Love & Electrik opened for Keys N Krates Sunday night at House, and boy, did they not disappoint. Roxy wowed the crowd with her soulful vocals, while Kevin amazed the audience with his talkbox skills. From Vancouver, the duo has embarked on their first nationwide Canadian tour, and they couldn't be more excited! (Really, just glance at their Twitter). For more Love & Electrik, stop by their Pop Montreal performance on October 3rd at Just For Laughs. Lookout got the chance to ask Roxy and Kevin of Love & Electrik a few burning questions... Check it out below.

Lookout: Roxy embodies the soulful voice or the “love” and Kevin embodies the synthesizers and vocoders or the “electric”. Explain how the dualism works in Love & Electrik.

Kevin: “You don’t want to hear Kevin sing or hear Roxy’s beats ; ) at least not yet, lol!" There is always a balance we want to achieve with our music and style. We really want to make people dance, but also write songs that people can sing along to. We like to call this balance of Love & Electric “tech sui,” which is the fusion of technology & organic. This best describes our music, band name and style.

Read More ↓

Lookout: You’ve established a solid fan base in Vancouver and now you’re traveling across Canada on the “Masters of Remix” tour, for the first time. What are you  looking forward to most?

Roxy: We’re looking forward to so much, but mostly,  we’re really looking forward to be able to say we’ve toured Canada. We’re excited to play the big cities like Toronto and Montreal, as well as seeing the reaction from smaller cities, as we’ve heard they party twice as hard and are so much fun to play for.

Lookout: Your sound, beats and vocals are very 80's. What attracts you to that influence?

Roxy: The 80's was an era when music was at a turning point, the technology, the way people dressed, the culture, and we feel this spawned some of the best pop music ever made... It was dance music at its best, and musical at the same time. Although we love the music of today, there is a certain magic from those days we can really relate to and even our younger fans recognize that sound through samples and such. It also carries a great balance of making you want to dance but also being presented as complete songs that aren’t too “loopy”. We love our 80's synths too…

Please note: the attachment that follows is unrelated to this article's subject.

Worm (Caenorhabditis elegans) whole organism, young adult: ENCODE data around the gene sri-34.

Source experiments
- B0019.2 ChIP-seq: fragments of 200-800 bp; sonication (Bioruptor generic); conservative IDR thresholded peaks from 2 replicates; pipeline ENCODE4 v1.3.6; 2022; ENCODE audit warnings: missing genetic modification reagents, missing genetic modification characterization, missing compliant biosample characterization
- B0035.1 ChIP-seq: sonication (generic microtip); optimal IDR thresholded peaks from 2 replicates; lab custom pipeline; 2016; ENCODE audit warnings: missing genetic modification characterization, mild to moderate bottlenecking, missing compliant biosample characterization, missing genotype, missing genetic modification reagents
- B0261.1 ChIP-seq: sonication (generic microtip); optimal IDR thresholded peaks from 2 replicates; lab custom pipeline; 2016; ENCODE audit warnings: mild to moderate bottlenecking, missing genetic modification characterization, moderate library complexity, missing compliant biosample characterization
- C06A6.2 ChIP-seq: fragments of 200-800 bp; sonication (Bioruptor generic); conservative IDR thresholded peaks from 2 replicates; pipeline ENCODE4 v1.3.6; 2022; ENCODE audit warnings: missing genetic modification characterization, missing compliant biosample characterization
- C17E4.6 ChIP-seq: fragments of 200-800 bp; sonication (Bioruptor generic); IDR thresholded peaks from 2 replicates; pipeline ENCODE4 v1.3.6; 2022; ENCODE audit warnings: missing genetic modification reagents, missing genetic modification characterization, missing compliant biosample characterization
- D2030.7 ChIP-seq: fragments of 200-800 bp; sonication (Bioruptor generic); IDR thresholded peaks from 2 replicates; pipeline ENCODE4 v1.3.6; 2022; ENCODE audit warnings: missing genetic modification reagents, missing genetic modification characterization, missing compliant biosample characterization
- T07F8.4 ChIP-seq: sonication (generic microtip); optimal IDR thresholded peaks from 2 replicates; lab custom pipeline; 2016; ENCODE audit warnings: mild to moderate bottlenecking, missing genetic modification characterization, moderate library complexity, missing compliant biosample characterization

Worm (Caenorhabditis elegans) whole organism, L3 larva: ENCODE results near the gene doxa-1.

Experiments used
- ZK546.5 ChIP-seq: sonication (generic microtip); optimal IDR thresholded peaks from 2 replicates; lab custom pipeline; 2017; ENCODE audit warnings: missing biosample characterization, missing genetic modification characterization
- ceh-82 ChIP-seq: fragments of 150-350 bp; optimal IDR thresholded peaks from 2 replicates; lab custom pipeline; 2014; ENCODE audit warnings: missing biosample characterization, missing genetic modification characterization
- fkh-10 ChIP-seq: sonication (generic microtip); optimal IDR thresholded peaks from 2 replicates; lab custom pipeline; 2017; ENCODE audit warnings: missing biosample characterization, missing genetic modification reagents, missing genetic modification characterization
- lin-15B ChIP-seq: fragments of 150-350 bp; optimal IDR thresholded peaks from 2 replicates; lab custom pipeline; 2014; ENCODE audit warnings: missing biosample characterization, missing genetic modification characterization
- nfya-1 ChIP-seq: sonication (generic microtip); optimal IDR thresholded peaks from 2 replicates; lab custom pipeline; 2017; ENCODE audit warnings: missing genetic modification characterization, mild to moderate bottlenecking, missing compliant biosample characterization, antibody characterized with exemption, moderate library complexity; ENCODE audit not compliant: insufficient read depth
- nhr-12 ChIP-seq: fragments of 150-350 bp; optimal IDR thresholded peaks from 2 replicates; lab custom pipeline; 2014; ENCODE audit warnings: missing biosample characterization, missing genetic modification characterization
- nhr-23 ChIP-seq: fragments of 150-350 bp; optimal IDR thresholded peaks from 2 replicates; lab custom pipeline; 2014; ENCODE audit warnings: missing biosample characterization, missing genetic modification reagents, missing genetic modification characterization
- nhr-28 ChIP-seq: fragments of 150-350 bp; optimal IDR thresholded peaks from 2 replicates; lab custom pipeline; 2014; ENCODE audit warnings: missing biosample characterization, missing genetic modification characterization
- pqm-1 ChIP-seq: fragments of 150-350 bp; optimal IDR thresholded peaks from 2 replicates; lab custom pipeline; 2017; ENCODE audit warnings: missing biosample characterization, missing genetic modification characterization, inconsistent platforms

Lookout: You’ve hooked up with Chin Injeti, who’s produced with legends like Dr. Dre, as well as up-and-comers like Drake. What was that collaboration like?

Kevin: Working with Chin is intense... He moves very quickly so you gotta really move fast to keep up the pace. So it made us really work fast and not doubt ourselves or dwell on anything for long. Just do it and if it's not what we wanted... Hell, we can write a new song... Overall, Chin not only helps us write music, but along with the Vancouver collective "The Hastings Set,"  are helping us develop ourselves in every way. From performance tips, writing advice, management and everything, so he is very much a blessing to us to know and work with.

Lookout: Your single “Sex Video” is fun, provocative and even includes a little rap verse from Roxy. How did it come about?

Roxy: Kevin came up with the concept. We were thinking of what would be an attention-grabbing topic,  that would catch people's attention and trick people into downloading it, lol.  So we took this concept and hooked up with Chin, and in a small  rehearsal space (Hot Hot Heat's rehearsal space), with just a laptop and small keyboard  we wrote the song in about 1/2 hour, then Kevin took the beat home for a little polishing.  We didn't want it to be too perverted, haha, but rather more fun and innocent. When we released the song on Tremendous Records, so many people really thought it was a sex video...

Read Less ↑